Archive for September, 2013


Shale gas debate finally kicks off in the Netherlands

By Jonathan Verschuuren (TLS)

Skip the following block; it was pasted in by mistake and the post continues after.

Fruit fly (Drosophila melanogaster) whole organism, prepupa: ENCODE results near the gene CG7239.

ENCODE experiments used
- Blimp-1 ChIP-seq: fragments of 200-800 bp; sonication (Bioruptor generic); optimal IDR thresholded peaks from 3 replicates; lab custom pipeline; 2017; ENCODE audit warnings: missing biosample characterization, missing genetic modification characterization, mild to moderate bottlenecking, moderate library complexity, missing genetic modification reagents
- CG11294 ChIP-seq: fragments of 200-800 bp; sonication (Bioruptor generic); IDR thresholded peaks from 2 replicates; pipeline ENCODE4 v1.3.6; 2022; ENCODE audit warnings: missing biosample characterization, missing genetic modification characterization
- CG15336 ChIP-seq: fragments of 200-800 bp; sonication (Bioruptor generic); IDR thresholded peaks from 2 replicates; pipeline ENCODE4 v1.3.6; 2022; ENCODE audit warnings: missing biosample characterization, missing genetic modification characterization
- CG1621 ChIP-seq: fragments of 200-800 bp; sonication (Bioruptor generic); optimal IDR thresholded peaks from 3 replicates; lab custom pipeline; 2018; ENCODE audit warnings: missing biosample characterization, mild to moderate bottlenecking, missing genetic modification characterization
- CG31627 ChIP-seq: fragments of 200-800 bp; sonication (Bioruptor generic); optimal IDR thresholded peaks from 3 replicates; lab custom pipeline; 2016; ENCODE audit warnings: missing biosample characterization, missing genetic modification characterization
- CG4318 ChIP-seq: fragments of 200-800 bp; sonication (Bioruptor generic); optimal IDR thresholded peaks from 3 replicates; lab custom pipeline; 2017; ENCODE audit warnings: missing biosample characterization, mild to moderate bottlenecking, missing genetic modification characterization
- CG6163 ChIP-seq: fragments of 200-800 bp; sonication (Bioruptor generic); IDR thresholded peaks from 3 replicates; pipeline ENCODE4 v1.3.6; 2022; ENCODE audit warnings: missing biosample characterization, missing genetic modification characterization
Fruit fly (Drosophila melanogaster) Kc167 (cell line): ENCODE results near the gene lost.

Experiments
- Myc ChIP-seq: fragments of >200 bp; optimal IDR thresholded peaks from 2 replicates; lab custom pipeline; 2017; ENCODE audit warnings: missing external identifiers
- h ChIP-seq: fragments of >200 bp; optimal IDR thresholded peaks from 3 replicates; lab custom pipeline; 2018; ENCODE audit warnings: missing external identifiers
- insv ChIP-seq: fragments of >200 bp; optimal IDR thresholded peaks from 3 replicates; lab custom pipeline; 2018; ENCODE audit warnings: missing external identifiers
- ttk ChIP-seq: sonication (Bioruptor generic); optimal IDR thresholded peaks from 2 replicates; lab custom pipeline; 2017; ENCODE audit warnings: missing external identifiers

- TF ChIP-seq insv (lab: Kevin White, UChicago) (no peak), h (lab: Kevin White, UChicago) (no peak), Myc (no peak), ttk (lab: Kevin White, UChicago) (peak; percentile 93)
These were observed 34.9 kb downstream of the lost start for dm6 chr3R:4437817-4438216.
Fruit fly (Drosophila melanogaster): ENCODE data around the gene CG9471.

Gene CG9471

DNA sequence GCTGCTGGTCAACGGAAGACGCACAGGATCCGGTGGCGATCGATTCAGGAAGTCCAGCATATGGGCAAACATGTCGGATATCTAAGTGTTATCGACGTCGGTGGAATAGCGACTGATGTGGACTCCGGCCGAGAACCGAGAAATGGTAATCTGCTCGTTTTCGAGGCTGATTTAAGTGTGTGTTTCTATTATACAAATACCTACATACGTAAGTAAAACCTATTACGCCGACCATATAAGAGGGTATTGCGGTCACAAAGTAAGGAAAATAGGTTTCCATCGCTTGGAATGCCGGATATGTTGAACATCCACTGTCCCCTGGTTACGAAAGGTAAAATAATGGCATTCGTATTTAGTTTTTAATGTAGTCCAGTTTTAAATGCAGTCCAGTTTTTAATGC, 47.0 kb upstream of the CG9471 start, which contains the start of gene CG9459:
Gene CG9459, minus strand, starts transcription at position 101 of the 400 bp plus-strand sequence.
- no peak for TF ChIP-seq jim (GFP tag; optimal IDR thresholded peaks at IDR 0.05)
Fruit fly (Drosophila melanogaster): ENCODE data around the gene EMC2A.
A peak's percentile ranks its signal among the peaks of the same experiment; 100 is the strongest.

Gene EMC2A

Fifteen years after the first economical shale fracture in the United States, the debate on shale gas extraction has finally reached full speed after the publication, in August 2013, of a research report by three consultancy firms lead by Witteveen + Bos, on the potential risks and consequences of shale gas and coal seam gas extraction in the Netherlands. In the report for the Dutch government, the researchers reviewed the existing literature on the impact of shale gas extraction and “translated” the findings to the Dutch situation. Most of the information on the impact of shale gas extraction is from experiences in the US and the UK. The comprehensive report focuses on all possible consequences, such as water use, underground impact on the soil, methane emissions and the impact on the carbon footprint, pollution of the environment (including groundwater) by fracturing fluid and flowback water, noise and light pollution from installations, flaring, safety issues, earthquakes and subsidence. Generally, the report concludes that most if not all of these risks can be managed by setting strict permit conditions. Unlike in the US, the Dutch shale gas reserves are at great depth, well below ground water aquifers, and, also unlike in the US, in the Netherlands there already exists an extensive regulatory system that sets strict rules. Flowback water, for instance, cannot be stored in open basins, but has to be stored in closed tanks that are stored on watertight floors as a consequence of EU waste water law. Although the report looks sufficiently overarching and detailed, it also gained criticism. It was for instance criticized for its selected use of sources. Professor Jan Rotmans, in the Dutch newspaper Trouw (29 August 2013) stated that the report heavily relied on data coming from the industry (75% of the data used is from industry related sources), rather than on data from more independent sources. In addition, the lack of data is usually interpreted in a ‘positive’ way, i.e., concluding that a certain impact is not problematic, while in fact we do not know because of lacking data. Applying the precautionary principle would have led to the opposite conclusion in such a situation! Unfortunately, the Minister decided to grant the research project to a consortium of three private companies, one of which is Fugro, which states on its website: ‘Fugro’s activities (…) are primarily aimed at the: oil and gas industry, construction industry, mining sector’. On such a sensitive issue, it would have been better for the Minister to grant the project to a consortium of universities rather than of private businesses with ties to the shale gas industry, or at least have a university team lead the consortium. Another problematic feature of the report is that it does not focus on specific local conditions. This is a bit strange because a) the government selected the three locations on which exploratory drillings are to take place long ago (2010), and b) the report argues that local zoning requirements are needed to protect specific sites, such as Natura 2000 sites (protected areas under the EU’s nature conservation laws) and groundwater protection areas (in use for drinking water supply), and probably also (although not specifically mentioned in the report) other types of protected areas, such as water storage areas, silence areas, and national parks. The report also suggests to protect buffer zones around such protected areas, without detailing how big these have to be. Given the fact that populated areas probably have to be avoided as well, it would have been interesting to test what drilling options remain. By leaving a lot of issues to the local level, authorities resisting shale gas extraction have an immense opportunity to block drilling, even in case the national authorities granted concessions. We already see developments going into this direction: a majority of politicians of the province of Noord-Brabant in which two of the designated exploration locations are located, have announced to prohibit shale gas exploration in their province in the Provincial Environment Ordinance. It is clear from the report that shale gas extraction is only acceptable under strict legal conditions. The report does, therefore, constantly refer to laws and regulations that are or should be in place to minimize the negative impact of fracking. A full assessment of current laws is lacking, though. Current Dutch mining legislation does not explicitly deal with fracking, simply because it predates the large scale use of this technology. An earlier EU investigation of existing environmental laws, by a consortium that, interestingly enough, also included Witteveen + Bos, found many gaps and shortcomings. It is unlikely that all of these do not exist in the Netherlands. The report, furthermore, relies on law in the books rather than on the law in action. Although there are supervising authorities, both on the implementation of mining legislation and environmental legislation, much depends on the way the various authorities involved deal with their decision-making and monitoring and enforcement powers. The debate will not be over for a while. This is a good thing. Before investing billions of euros into new infrastructure to extract fossil energy resources, it is worthwhile to rethink whether such investments perhaps are more appropriate in the dwindling Dutch renewable energy sector. According to the 2013 Renewable Energy Progress Report, the Netherlands is on a snail ride, moving from a 2,4% share in 2005, to a 3,8 share of renewable energy sources in the total energy consumption in 2010. Compare this to some of nearby countries, such as Germany (11%), France (13.5%), and Denmark (22.2%)… In 2012, the share went up to 4,7%. In this pace, it is highly unlikely that the Netherlands will meet its target for 2020 of 16%… Investing in shale gas extraction will not speed up this process.